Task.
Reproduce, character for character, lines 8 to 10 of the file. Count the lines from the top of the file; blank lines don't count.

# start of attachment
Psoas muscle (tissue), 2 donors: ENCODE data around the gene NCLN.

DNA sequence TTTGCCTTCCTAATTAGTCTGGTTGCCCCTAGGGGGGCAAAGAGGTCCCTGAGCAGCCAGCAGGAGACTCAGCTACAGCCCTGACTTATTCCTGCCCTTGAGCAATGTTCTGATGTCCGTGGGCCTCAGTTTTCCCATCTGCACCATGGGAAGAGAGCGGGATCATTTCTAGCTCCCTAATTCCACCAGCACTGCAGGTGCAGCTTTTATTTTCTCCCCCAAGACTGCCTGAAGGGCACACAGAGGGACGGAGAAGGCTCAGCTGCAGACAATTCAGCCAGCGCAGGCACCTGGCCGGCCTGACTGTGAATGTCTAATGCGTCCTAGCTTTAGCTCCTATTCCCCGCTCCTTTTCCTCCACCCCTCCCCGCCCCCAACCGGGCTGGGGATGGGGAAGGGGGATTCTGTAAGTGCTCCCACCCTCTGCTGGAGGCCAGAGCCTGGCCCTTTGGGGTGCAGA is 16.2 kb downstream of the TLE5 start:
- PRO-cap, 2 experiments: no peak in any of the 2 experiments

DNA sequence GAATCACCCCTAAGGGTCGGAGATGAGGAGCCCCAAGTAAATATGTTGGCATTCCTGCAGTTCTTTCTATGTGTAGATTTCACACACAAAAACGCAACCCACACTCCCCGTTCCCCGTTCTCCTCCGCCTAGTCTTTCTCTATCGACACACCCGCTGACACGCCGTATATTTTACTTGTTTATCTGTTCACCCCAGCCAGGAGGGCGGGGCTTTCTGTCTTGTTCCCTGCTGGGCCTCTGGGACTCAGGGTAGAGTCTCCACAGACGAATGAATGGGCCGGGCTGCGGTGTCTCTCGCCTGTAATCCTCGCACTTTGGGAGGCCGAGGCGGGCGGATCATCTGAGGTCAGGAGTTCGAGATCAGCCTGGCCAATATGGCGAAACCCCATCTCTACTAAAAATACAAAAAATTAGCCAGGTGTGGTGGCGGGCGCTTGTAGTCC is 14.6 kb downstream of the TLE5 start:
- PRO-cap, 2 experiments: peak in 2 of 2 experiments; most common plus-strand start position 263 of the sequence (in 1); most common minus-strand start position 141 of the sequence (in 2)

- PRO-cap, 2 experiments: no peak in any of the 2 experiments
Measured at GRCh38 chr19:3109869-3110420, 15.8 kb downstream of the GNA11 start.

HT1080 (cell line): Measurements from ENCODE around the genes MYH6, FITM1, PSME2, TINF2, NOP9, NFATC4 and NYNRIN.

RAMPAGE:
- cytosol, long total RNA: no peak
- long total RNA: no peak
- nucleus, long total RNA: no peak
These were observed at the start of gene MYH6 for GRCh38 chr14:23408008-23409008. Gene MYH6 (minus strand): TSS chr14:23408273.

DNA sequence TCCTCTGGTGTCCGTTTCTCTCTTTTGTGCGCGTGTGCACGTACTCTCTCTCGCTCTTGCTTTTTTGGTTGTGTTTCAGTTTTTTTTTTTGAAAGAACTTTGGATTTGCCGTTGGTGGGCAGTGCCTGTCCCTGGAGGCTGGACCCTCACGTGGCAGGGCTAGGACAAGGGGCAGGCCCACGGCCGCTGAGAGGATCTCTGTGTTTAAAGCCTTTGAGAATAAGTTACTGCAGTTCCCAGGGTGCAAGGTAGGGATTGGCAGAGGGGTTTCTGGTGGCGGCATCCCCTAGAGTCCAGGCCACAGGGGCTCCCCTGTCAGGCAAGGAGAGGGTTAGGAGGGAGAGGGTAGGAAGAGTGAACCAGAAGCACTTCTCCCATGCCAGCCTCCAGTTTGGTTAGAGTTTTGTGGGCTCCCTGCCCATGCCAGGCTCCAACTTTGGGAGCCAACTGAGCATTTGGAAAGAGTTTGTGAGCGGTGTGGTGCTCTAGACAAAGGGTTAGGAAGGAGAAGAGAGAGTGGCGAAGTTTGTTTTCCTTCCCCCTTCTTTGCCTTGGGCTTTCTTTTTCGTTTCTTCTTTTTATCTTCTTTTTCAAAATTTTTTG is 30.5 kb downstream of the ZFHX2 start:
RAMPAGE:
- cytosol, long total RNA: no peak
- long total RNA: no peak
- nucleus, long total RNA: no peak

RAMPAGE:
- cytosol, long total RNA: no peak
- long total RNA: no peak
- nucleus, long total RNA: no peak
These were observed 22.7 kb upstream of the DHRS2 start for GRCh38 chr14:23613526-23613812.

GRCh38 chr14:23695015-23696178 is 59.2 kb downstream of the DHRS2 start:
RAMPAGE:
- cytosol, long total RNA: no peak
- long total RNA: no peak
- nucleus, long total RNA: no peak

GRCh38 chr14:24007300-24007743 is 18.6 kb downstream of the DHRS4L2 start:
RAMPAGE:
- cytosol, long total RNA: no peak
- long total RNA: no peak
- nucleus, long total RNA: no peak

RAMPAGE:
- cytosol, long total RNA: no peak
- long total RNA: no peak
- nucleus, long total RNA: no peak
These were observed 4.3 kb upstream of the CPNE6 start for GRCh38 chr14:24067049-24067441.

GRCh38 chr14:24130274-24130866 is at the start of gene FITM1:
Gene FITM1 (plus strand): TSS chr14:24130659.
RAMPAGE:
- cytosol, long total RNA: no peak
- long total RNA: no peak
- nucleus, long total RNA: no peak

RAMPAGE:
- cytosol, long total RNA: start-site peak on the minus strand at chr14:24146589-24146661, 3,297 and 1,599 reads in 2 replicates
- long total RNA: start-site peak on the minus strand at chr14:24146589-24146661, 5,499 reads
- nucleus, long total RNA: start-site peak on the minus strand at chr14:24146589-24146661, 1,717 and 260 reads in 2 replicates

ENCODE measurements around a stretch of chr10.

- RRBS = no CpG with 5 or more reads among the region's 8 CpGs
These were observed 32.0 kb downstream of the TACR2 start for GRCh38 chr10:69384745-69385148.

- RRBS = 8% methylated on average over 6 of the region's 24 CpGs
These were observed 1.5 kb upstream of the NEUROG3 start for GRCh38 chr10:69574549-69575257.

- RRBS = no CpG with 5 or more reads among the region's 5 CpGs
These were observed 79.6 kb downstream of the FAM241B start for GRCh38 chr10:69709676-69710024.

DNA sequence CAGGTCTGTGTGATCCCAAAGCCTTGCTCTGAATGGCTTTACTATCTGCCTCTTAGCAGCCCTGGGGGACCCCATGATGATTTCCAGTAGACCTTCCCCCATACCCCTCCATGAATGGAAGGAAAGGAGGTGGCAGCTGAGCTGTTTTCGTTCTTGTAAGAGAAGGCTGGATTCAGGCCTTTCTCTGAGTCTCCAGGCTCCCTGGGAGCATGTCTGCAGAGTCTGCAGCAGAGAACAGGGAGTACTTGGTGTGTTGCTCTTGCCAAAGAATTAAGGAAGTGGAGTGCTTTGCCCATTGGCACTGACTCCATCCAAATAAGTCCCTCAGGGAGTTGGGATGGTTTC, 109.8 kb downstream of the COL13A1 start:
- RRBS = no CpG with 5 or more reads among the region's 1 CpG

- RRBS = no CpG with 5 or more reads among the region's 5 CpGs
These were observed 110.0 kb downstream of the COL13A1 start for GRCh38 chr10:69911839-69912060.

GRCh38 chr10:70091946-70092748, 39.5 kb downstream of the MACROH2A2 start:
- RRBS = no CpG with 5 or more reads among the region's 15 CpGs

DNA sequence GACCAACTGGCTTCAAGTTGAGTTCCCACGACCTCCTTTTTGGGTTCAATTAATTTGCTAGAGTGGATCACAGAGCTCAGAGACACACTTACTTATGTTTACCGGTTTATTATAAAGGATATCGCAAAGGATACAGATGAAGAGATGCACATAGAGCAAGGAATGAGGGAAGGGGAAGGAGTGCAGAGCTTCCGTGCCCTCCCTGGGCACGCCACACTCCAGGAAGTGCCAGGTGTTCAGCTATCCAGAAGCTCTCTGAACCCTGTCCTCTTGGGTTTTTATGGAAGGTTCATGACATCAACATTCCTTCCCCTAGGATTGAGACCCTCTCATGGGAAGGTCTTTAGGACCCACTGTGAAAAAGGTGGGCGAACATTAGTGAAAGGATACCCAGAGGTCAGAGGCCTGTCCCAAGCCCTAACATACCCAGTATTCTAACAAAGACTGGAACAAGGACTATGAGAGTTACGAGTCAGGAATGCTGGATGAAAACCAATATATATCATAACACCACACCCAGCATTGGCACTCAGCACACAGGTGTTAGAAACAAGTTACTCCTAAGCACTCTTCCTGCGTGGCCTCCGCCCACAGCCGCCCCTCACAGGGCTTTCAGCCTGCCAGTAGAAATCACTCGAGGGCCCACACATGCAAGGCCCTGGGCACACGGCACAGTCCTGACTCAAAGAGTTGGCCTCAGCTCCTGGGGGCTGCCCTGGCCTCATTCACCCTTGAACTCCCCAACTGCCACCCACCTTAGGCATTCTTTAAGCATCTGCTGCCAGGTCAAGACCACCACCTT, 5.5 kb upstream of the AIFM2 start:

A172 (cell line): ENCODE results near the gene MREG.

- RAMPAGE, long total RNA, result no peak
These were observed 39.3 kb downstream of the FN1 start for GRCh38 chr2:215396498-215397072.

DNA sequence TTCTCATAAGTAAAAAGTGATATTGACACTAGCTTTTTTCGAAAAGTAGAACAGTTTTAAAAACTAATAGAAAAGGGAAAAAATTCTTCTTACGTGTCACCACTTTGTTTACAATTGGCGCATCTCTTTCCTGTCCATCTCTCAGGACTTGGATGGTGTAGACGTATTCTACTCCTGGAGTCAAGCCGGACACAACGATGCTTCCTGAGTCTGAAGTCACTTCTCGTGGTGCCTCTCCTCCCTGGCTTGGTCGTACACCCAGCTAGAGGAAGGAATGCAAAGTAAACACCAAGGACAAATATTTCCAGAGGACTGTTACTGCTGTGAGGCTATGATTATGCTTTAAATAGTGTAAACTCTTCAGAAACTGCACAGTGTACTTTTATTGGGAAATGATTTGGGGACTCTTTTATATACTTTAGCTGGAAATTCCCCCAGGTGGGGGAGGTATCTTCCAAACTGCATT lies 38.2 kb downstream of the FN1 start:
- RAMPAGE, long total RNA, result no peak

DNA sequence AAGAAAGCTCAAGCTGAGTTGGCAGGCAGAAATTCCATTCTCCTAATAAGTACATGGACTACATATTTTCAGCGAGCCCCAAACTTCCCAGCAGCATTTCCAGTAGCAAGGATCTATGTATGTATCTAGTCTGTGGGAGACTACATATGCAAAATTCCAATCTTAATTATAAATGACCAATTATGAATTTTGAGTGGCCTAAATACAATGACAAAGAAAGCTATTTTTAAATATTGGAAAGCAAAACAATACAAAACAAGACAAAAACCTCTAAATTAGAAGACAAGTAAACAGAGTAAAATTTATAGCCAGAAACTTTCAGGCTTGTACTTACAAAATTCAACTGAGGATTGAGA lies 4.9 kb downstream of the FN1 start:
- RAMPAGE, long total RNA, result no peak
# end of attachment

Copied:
HT1080 (cell line): Measurements from ENCODE around the genes MYH6, FITM1, PSME2, TINF2, NOP9, NFATC4 and NYNRIN.

RAMPAGE:
- cytosol, long total RNA: no peak